Exploding Consoles Of Doom Explained At Last

Discussion in 'Trek Tech' started by Flashover, Nov 7, 2010.

  1. Flashover

    Flashover Lieutenant Commander

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    I was goaded into joining this forum by a fellow Trekker after I explained to him in extreme detail how surge-protectors and insulator devices fail under heavy loads. I used the example of the Exploding Consoles Of Doom from Star Trek to make my point. :cool:

    The insulator devices I manufacture have a certain rating that we call the flashover rating. On paper we need to maintain a specific sized gap between the power line and the support structure. This way a surge induced by lightening or a transformer switching error won't jump from the line to the pole. If that happens, the surge can damage other devices like telecommunication devices, switches, street-lamps... and in extreme cases it can destroy the support structure. :eek:


    We're talking about ratings of up to 35,000 volts during "normal operation..." During a lightening-induced surge the the voltage can increase to well over 300,000 volts. :wtf:

    Our product is designed to prevent an arc from forming, and if it does it is deigned to burn away forming a quenching and non-conductive gas that immediately arrests the arc. :mallory:

    What you are seeing when a console explodes is the failure of the insulators and surge protectors. Just like the product I work with, Starfleet Issue Protective Isolators would have a maximum rating.

    During combat, lets face it... both sides are slinging massive amounts of power around trying to make the opposing side explode. Eventually one or more isolators are going to be overwhelmed and an arc is going to jump between the power-carrying components of the ship and the frame... and all that power has to go somewhere. :eek:

    Sometimes it dissipates harmlessly, other times it causes things to fail catastrophically. Frankly given the power levels we are talking about I'm surprised there aren't more internal explosions. :wtf:


    Now for whatever reason nameless guest-extras seem to attract these surges... I am trying to isolate this property and incorporate it in our Generation IV design. I think it has more to do with blood-thirsty writers, Screen Actor Guild contracts and the VFX department more than any physical property.... however testing is ongoing as I speak. :vulcan:
     
  2. Admiral Buzzkill

    Admiral Buzzkill Fleet Admiral Admiral

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    Thanks. It's cool to hear an explanation that makes sense from someone with an intimate knowledge of the analogous real technology.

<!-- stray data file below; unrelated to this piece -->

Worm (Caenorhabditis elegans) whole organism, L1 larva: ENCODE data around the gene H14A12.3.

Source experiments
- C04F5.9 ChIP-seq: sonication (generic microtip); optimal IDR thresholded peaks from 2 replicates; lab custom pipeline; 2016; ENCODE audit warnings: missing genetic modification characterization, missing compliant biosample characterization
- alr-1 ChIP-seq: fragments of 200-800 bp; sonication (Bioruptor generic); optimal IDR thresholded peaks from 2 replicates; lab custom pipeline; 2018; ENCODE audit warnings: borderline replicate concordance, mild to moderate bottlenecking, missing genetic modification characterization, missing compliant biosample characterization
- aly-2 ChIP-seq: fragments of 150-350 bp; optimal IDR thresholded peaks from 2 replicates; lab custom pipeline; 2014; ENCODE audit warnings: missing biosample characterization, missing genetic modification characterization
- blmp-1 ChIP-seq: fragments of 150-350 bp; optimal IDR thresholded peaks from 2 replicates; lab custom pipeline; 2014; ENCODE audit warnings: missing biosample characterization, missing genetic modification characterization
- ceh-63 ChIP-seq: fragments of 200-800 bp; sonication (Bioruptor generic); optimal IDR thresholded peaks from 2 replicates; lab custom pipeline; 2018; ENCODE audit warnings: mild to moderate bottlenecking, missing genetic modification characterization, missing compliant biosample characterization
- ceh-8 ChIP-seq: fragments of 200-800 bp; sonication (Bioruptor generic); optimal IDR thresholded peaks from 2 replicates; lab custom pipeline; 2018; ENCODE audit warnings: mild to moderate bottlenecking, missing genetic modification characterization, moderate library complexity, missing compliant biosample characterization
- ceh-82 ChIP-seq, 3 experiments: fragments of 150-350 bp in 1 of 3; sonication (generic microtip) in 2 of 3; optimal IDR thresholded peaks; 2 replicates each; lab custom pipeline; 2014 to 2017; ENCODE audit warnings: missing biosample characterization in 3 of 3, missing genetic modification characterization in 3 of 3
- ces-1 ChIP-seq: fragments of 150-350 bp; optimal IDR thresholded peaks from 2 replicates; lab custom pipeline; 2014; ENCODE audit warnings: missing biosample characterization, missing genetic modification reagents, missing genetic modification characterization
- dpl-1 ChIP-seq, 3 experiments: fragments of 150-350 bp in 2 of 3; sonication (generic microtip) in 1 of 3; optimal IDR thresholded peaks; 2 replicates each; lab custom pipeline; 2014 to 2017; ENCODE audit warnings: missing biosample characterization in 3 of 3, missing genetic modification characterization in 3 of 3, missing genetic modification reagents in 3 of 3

Now if we can get some folks in here from the auto industry and maybe OSHA to address the lack of seat belts, we're set. :lol:
     
  3. Wingsley

    Wingsley Commodore Commodore

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    Don't tell this to David Gerrold. He still ridicules the "direct hit!" explosions on TREK.

    I always knew he was full of it.
     
  4. Flashover

    Flashover Lieutenant Commander

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    Sudden catastrophic flashover. Power travels up the frame of the ship following the path of least resistance.

    Causes a nice big explosion if it happens to be a low-power device like a console.
     
  5. Mark_Nguyen

    Mark_Nguyen Commodore Commodore

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    I can totally buy that as a locigal explanation. But my followup question would be is there any way people can NOT make it do that?

    I mean, we have exploding consoles most because that's where characters are sitting, and you can't blow up the set because that's far more expensive to rebuild than popping off sparkers and squibs. But is there a reasonable way to have SOMETHING explode that'll not be blamed on the consoles?

    Mark
     
  6. Flashover

    Flashover Lieutenant Commander

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    In "reality" the system would be designed to dump those surges into suppressors. Think giant giga-ohm resistor blocks. These would heat up and that heat would have to be removed.

    The isolators would be a last line of defense, if the surge overwhelms the system the isolator would work to prevent that power from arcing from the console to Ensign Weatherbee's crotch.

    In "dramatic reality" we need the explosions on screen to remind us How Fucking Serious the situation is. :D
     
  7. Christopher

    Christopher Writer Admiral